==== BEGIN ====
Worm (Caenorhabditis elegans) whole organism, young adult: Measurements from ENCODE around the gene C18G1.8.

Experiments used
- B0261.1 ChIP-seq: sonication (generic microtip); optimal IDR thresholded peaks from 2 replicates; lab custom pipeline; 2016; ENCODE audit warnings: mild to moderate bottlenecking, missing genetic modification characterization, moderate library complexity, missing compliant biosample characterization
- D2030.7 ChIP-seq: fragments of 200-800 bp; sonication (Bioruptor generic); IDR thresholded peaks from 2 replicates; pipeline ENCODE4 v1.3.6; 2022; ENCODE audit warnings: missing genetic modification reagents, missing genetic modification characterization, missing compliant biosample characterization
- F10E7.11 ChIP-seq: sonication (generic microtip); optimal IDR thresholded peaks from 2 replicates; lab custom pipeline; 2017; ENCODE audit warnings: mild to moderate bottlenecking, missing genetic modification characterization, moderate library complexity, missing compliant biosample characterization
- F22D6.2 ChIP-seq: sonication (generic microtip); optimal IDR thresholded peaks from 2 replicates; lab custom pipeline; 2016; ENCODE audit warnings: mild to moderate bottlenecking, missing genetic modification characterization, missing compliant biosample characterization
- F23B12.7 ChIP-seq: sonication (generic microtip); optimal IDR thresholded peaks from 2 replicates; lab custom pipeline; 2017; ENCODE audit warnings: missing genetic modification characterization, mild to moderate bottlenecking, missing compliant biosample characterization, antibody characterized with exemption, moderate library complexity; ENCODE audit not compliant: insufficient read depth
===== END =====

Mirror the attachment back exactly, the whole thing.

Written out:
Worm (Caenorhabditis elegans) whole organism, young adult: Measurements from ENCODE around the gene C18G1.8.

Experiments used
- B0261.1 ChIP-seq: sonication (generic microtip); optimal IDR thresholded peaks from 2 replicates; lab custom pipeline; 2016; ENCODE audit warnings: mild to moderate bottlenecking, missing genetic modification characterization, moderate library complexity, missing compliant biosample characterization
- D2030.7 ChIP-seq: fragments of 200-800 bp; sonication (Bioruptor generic); IDR thresholded peaks from 2 replicates; pipeline ENCODE4 v1.3.6; 2022; ENCODE audit warnings: missing genetic modification reagents, missing genetic modification characterization, missing compliant biosample characterization
- F10E7.11 ChIP-seq: sonication (generic microtip); optimal IDR thresholded peaks from 2 replicates; lab custom pipeline; 2017; ENCODE audit warnings: mild to moderate bottlenecking, missing genetic modification characterization, moderate library complexity, missing compliant biosample characterization
- F22D6.2 ChIP-seq: sonication (generic microtip); optimal IDR thresholded peaks from 2 replicates; lab custom pipeline; 2016; ENCODE audit warnings: mild to moderate bottlenecking, missing genetic modification characterization, missing compliant biosample characterization
- F23B12.7 ChIP-seq: sonication (generic microtip); optimal IDR thresholded peaks from 2 replicates; lab custom pipeline; 2017; ENCODE audit warnings: missing genetic modification characterization, mild to moderate bottlenecking, missing compliant biosample characterization, antibody characterized with exemption, moderate library complexity; ENCODE audit not compliant: insufficient read depth